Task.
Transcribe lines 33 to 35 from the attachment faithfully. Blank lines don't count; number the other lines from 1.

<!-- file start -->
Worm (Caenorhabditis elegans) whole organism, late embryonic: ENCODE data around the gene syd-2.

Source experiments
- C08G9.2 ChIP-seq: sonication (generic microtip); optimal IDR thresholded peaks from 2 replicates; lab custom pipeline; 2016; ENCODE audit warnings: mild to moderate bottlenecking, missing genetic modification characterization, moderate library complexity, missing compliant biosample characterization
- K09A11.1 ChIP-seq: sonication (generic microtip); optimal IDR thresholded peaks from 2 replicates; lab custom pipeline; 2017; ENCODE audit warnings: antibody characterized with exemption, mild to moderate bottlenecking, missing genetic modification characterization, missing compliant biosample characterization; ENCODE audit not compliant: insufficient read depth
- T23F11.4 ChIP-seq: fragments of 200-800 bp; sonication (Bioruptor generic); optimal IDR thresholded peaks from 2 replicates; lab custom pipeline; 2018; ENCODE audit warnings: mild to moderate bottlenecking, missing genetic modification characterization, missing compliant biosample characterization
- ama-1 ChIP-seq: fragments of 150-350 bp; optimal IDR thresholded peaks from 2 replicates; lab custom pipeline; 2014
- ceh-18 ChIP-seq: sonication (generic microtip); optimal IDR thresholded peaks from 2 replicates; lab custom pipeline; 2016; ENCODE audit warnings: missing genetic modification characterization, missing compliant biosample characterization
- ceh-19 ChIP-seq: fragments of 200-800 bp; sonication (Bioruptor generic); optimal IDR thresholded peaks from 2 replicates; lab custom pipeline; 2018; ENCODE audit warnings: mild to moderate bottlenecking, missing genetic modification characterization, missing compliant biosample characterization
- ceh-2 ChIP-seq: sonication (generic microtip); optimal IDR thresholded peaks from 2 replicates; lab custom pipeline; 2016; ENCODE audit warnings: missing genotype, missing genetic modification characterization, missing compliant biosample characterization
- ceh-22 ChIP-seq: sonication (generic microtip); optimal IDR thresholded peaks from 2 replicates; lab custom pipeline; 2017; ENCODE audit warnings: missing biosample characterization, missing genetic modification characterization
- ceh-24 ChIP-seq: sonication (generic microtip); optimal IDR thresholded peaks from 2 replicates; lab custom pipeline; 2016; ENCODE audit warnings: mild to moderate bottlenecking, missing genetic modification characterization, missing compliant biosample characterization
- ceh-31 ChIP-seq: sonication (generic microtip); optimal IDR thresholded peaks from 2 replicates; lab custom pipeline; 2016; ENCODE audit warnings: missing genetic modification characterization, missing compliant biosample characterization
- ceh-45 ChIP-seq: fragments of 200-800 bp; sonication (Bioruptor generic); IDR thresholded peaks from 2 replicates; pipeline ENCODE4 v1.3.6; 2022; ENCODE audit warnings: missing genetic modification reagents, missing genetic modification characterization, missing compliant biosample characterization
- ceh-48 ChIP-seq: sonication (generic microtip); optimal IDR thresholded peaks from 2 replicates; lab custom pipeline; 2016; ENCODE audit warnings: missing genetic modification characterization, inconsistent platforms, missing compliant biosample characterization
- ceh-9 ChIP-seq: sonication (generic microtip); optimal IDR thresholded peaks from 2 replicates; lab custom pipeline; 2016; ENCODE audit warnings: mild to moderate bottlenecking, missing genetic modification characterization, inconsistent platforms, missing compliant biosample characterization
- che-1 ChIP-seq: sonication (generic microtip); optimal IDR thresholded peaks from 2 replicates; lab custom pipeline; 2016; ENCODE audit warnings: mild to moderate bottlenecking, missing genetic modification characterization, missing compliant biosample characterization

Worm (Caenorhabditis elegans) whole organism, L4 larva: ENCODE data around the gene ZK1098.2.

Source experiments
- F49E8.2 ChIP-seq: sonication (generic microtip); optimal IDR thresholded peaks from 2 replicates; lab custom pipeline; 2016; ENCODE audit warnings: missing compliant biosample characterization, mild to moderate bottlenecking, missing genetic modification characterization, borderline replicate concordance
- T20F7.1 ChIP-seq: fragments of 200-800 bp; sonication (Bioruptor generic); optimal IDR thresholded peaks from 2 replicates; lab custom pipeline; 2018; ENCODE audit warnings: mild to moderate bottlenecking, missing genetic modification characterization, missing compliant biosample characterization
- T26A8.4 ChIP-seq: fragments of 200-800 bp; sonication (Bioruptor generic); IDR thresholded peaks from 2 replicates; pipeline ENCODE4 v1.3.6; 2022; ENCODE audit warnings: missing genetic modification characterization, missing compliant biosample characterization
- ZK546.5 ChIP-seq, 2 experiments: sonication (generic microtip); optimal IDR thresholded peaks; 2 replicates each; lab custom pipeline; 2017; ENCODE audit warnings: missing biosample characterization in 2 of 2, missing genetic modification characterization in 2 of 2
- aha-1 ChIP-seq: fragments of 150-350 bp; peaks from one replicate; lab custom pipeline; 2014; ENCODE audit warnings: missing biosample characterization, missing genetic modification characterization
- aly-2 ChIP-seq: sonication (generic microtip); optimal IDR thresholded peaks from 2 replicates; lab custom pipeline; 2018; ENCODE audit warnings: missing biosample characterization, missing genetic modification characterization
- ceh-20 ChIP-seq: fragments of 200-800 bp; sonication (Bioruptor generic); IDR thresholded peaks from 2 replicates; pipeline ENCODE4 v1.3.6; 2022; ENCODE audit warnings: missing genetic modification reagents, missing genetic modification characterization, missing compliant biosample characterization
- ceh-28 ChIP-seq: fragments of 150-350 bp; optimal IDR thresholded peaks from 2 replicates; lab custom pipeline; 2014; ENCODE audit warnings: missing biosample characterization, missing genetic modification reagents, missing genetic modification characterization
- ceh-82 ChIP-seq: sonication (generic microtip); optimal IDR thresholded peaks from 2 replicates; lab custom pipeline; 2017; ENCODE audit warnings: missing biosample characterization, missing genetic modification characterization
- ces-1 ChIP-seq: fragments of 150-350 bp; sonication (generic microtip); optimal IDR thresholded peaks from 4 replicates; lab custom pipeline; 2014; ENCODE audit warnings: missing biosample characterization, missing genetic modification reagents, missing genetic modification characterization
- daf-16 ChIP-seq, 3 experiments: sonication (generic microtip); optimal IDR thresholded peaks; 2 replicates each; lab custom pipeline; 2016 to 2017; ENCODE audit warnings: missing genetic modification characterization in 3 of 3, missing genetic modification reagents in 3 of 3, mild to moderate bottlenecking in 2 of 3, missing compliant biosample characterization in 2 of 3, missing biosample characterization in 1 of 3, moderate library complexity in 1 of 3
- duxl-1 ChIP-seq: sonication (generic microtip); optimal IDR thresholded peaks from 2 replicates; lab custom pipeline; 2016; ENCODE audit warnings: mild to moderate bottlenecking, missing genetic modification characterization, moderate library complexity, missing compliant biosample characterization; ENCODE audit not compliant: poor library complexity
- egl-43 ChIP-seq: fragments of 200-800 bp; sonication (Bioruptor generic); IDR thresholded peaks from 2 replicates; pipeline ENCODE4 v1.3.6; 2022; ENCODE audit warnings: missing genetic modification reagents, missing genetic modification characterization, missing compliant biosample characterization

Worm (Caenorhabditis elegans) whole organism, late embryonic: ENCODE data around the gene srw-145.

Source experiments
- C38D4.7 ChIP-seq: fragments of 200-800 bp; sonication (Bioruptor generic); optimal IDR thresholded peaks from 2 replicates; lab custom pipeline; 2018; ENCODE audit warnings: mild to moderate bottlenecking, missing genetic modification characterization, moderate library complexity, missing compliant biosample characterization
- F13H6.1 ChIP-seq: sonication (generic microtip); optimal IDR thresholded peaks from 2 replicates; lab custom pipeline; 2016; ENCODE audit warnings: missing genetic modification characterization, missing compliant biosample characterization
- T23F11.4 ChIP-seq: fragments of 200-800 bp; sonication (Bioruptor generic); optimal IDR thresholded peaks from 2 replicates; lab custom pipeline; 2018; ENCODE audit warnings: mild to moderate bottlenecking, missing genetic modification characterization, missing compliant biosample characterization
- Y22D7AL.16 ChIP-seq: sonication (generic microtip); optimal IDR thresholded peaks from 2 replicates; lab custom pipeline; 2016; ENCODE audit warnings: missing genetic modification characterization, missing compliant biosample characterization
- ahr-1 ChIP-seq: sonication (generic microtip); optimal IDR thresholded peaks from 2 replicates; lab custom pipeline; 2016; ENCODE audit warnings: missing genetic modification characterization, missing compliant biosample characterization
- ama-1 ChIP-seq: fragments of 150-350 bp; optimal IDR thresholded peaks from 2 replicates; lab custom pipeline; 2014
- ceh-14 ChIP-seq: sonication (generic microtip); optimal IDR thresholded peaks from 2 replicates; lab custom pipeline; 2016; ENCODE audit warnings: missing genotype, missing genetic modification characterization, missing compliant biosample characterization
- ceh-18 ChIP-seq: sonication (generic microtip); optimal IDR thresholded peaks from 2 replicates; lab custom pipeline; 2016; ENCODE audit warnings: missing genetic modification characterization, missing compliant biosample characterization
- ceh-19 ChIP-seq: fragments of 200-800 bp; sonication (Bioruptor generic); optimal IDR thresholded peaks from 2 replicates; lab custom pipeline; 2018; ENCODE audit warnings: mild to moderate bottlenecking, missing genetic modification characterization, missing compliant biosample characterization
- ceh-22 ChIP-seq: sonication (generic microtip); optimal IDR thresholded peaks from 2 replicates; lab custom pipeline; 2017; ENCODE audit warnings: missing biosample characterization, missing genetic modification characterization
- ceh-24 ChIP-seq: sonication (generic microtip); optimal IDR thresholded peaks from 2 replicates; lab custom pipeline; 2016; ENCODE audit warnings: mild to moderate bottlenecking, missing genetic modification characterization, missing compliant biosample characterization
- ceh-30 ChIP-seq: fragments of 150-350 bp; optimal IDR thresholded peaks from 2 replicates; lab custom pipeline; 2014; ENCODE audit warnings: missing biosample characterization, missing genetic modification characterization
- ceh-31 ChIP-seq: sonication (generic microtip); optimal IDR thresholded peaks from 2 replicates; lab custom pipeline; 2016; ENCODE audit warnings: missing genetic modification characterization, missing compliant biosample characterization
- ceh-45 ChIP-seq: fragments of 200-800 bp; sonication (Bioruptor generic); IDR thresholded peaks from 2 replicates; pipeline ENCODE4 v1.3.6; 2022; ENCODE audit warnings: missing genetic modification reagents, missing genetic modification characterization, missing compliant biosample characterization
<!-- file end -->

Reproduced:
Source experiments
- C38D4.7 ChIP-seq: fragments of 200-800 bp; sonication (Bioruptor generic); optimal IDR thresholded peaks from 2 replicates; lab custom pipeline; 2018; ENCODE audit warnings: mild to moderate bottlenecking, missing genetic modification characterization, moderate library complexity, missing compliant biosample characterization
- F13H6.1 ChIP-seq: sonication (generic microtip); optimal IDR thresholded peaks from 2 replicates; lab custom pipeline; 2016; ENCODE audit warnings: missing genetic modification characterization, missing compliant biosample characterization